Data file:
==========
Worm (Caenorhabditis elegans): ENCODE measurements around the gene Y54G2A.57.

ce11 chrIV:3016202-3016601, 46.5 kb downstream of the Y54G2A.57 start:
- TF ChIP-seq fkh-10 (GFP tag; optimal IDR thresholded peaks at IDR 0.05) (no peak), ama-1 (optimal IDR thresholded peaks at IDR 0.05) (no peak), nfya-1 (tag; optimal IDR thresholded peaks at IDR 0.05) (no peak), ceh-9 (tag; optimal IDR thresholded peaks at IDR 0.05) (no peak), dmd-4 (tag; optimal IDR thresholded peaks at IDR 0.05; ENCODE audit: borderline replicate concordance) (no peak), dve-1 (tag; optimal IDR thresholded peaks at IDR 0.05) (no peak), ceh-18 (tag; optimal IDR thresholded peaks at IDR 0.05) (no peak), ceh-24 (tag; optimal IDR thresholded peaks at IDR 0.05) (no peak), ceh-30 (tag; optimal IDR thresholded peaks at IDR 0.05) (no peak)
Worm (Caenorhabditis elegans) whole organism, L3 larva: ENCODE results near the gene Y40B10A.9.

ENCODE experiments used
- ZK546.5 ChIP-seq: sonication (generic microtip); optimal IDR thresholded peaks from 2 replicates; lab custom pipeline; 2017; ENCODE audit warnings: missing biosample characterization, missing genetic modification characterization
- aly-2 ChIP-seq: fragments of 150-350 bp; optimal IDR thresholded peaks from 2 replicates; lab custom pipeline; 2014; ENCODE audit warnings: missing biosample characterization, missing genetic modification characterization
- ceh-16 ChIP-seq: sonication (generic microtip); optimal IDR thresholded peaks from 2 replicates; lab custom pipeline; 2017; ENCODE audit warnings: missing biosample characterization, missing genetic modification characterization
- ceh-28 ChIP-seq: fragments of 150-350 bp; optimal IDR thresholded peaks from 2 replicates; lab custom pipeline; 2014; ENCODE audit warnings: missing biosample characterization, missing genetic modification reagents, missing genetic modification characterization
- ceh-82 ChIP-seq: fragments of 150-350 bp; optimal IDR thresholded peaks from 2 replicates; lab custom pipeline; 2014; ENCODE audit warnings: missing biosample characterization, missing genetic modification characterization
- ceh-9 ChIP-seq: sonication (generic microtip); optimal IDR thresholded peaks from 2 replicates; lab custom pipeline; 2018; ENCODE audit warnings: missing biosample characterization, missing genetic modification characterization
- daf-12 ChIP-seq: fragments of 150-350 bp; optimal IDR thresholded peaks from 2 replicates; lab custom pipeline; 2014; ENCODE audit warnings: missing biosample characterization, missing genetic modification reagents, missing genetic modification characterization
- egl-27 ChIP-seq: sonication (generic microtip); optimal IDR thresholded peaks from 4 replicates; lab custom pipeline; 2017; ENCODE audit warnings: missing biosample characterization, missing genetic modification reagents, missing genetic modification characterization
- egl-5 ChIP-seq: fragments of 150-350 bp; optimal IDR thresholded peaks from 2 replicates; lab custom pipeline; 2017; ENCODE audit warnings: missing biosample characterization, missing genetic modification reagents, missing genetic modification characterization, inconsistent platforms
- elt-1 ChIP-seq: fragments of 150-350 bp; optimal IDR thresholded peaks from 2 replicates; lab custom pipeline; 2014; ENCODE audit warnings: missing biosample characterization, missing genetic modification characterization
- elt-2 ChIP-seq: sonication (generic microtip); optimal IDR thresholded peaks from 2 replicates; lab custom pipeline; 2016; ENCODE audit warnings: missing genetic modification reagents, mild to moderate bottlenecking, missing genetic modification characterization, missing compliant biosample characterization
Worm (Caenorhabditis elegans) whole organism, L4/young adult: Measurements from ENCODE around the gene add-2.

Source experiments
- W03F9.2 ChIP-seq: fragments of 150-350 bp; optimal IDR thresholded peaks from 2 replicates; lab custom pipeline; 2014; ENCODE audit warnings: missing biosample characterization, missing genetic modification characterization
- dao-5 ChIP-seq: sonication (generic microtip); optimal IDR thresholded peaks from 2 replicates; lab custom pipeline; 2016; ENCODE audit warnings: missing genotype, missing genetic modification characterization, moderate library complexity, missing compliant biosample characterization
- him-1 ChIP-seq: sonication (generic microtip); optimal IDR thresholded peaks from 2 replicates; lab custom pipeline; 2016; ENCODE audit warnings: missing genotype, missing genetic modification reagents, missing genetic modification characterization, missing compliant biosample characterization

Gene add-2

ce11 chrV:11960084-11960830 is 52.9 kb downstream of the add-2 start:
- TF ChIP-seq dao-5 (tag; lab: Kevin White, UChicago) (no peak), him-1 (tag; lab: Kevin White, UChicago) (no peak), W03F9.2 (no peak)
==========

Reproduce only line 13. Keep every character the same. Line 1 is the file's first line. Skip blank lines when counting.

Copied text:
- egl-27 ChIP-seq: sonication (generic microtip); optimal IDR thresholded peaks from 4 replicates; lab custom pipeline; 2017; ENCODE audit warnings: missing biosample characterization, missing genetic modification reagents, missing genetic modification characterization